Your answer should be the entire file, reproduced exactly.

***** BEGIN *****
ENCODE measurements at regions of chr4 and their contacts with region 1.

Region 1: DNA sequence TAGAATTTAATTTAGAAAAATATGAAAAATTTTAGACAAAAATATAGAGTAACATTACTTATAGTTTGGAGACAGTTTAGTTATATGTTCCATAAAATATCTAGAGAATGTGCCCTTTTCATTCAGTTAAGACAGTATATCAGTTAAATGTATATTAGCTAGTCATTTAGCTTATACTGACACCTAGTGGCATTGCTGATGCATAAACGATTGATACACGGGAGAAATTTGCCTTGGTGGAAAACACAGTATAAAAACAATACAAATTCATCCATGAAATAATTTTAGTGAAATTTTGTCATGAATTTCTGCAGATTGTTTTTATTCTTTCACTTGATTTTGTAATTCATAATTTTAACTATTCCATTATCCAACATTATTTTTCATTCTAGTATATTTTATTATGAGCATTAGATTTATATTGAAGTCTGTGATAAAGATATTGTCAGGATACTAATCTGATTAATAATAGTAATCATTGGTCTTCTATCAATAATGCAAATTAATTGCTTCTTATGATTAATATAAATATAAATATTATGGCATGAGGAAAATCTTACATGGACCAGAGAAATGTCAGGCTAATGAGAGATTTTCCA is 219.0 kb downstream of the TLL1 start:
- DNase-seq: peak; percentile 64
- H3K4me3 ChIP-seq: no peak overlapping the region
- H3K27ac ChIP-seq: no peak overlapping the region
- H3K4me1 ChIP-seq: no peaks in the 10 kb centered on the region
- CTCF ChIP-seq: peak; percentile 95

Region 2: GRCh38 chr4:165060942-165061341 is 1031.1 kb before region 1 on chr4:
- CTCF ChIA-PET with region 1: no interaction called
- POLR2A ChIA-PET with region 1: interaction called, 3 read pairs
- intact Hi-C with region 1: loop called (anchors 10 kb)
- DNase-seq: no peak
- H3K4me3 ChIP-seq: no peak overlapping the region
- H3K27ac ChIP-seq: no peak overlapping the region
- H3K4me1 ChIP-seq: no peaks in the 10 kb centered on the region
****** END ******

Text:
ENCODE measurements at regions of chr4 and their contacts with region 1.

Region 1: DNA sequence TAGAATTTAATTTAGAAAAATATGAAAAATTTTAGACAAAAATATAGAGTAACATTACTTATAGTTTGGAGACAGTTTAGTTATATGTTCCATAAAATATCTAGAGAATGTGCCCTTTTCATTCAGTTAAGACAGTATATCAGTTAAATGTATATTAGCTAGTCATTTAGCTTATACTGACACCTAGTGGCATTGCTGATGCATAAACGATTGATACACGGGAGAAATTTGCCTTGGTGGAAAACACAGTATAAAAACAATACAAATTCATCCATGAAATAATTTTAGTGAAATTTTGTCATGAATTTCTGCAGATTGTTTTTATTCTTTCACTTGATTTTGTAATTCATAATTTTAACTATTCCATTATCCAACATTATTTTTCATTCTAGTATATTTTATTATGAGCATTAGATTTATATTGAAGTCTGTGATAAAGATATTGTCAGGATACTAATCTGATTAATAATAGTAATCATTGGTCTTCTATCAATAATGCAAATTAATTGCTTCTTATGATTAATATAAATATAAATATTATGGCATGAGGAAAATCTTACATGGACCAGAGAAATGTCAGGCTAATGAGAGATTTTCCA is 219.0 kb downstream of the TLL1 start:
- DNase-seq: peak; percentile 64
- H3K4me3 ChIP-seq: no peak overlapping the region
- H3K27ac ChIP-seq: no peak overlapping the region
- H3K4me1 ChIP-seq: no peaks in the 10 kb centered on the region
- CTCF ChIP-seq: peak; percentile 95

Region 2: GRCh38 chr4:165060942-165061341 is 1031.1 kb before region 1 on chr4:
- CTCF ChIA-PET with region 1: no interaction called
- POLR2A ChIA-PET with region 1: interaction called, 3 read pairs
- intact Hi-C with region 1: loop called (anchors 10 kb)
- DNase-seq: no peak
- H3K4me3 ChIP-seq: no peak overlapping the region
- H3K27ac ChIP-seq: no peak overlapping the region
- H3K4me1 ChIP-seq: no peaks in the 10 kb centered on the region